What are the Quasar Publishing Yearbooks and what can they do for me?
We have been producing these annual publications for 30 years since 1991. These yearbooks are written by Australians for Australians.
ASTRONOMY 2020 is available directly from Quasar (along with many previous editions).
These yearbooks have been designed for anyone who looks at the night sky whether you are using just your eyes, a pair of binoculars or a telescope. The book has something for everyone from the basic novice up to the advanced amateur astronomer. This includes those with a casual interest who might just want to know, "what is that bright star next to the Moon?"
This book and a good planisphere are powerful tools for those first learning their way around the sky.
Below are some examples from the December 2019 monthly section. The complete December 2019 section (5 page PDF) can be downloaded here.
At the bottom we included part of All Sky Map 6, (one of nine in the book covering the entire sky visible from Australia).
In addition, we have the contents page of the 2020 edition (download PDF).
Each month has one of these, it enables you to quickly determine when (or if) a planet or the Moon is visible in the night sky for any day in that month. Each chart has the midnight line centred, with the evening sky below this line and the following morning sky above. The ideal time to observe an outer planet is at the time of transit (represented by dashed lines), which is when it is due north and has reached its maximum altitude. Moon phases are included.
This is a list of general phenomena associated with the planets, Moon, minor planets and comets. Included are:
Each month this diagram provides the reader with a telescopic view of each planet at the same scale. To make them more attractive we use photographic images but you may be surprised how much detail can be viewed directly through a small telescope given good seeing. For example, the Great Red Spot (when visible) and cloud belts on Jupiter. Phases are also shown for Mercury, Venus and Mars and the approximate appearance of Saturn’s rings. Each image is shown north up with a date, the planet’s angular diameter and magnitude.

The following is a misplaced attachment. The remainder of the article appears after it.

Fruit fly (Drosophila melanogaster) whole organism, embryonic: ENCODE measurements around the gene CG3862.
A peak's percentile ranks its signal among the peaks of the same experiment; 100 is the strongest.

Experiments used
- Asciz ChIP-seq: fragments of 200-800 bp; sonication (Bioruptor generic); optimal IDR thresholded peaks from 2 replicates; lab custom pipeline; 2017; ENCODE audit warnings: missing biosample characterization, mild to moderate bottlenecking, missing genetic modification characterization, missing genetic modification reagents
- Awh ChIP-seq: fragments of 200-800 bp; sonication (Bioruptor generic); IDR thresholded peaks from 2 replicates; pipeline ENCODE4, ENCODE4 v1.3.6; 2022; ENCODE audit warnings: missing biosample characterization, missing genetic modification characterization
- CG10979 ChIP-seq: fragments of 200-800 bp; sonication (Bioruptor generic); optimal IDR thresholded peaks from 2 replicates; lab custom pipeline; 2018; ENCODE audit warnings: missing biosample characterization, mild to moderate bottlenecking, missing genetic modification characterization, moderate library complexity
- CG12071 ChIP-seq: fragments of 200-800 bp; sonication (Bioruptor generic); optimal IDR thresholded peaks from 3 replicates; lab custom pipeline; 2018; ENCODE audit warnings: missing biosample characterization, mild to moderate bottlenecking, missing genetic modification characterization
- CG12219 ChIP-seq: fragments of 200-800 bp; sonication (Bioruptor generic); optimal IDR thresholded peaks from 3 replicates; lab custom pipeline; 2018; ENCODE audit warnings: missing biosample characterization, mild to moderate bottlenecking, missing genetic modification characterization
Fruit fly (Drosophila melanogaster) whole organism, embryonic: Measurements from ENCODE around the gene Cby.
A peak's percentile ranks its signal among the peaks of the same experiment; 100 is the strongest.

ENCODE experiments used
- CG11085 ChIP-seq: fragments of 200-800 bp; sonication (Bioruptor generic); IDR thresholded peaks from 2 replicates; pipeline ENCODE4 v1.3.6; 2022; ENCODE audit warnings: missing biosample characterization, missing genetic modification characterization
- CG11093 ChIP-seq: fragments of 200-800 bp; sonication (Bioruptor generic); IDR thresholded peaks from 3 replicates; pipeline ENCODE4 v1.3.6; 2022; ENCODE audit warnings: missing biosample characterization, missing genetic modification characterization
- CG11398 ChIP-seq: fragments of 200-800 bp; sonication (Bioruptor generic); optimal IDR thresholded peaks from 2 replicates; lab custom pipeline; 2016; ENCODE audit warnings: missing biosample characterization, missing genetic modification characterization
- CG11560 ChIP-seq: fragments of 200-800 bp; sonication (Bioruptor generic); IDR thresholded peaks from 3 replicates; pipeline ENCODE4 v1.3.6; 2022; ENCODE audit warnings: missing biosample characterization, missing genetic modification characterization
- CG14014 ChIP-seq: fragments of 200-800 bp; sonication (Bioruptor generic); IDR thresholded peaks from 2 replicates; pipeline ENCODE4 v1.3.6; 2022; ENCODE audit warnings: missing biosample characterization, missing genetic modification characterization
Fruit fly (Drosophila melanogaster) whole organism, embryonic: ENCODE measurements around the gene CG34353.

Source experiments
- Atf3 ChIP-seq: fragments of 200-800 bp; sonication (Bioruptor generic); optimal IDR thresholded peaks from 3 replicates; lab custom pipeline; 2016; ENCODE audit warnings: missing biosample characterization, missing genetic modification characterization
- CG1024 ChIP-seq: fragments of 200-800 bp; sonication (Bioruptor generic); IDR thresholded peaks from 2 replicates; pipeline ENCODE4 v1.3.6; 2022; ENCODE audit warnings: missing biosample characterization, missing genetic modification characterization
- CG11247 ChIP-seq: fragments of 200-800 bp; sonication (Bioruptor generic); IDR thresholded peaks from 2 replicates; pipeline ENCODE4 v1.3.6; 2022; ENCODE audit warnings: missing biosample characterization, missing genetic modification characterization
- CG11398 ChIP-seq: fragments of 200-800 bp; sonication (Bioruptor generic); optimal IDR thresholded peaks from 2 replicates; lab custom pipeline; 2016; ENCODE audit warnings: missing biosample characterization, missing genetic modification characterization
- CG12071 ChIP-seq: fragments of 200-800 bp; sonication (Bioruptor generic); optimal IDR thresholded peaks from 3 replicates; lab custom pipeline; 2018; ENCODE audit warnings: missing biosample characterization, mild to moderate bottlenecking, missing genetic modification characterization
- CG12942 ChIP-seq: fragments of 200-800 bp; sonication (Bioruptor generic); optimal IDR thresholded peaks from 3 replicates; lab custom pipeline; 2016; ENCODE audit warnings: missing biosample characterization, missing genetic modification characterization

Presented are general notes on each planet, including location in the sky and best time to observe. Emphasis is placed on their suitability for observation and any interesting conjunctions and patterns between the Moon, other Solar System objects, stars and deep sky objects.
Mercury, in the morning eastern sky, tends to hug the horizon this month. Even seasoned observers will have trouble locating the planet in the twilight (see Sky View). Mercury will be in superior conjunction (Mercury and Earth on opposite sides of the Sun) on 10 January 2020.
Venus, blazing gloriously in the early western evening sky, spends two thirds of the month in Sagittarius before moving into Capricornus. It opens the month very close to the lid star of the Teapot and then spends the next two weeks visiting some bright stars and globular clusters in Sagittarius, including a pass within 1° of the remarkable globular cluster M22 on the 2nd and 3rd. Venus is also within 2° of Saturn on the 10th and 11th (see Sky View). To round the year off, a picturesque sight occurs when the 3-day old waxing crescent Moon appears 4° above (a little further from WA) the Evening Star on the 29th (see Sky View).
Sky View Diagrams
There are usually 4-6 of these diagrams each month and are designed to help you find the naked-eye planets. The date and time chosen give the most interesting patterns of the planets and Moon. Sometimes the times correspond to about one hour (or even down to 30 minutes) before sunrise or after sunset.
ALL SKY MAPS
Part of Map 6, one of nine in the book covering the entire sky visible from Australia.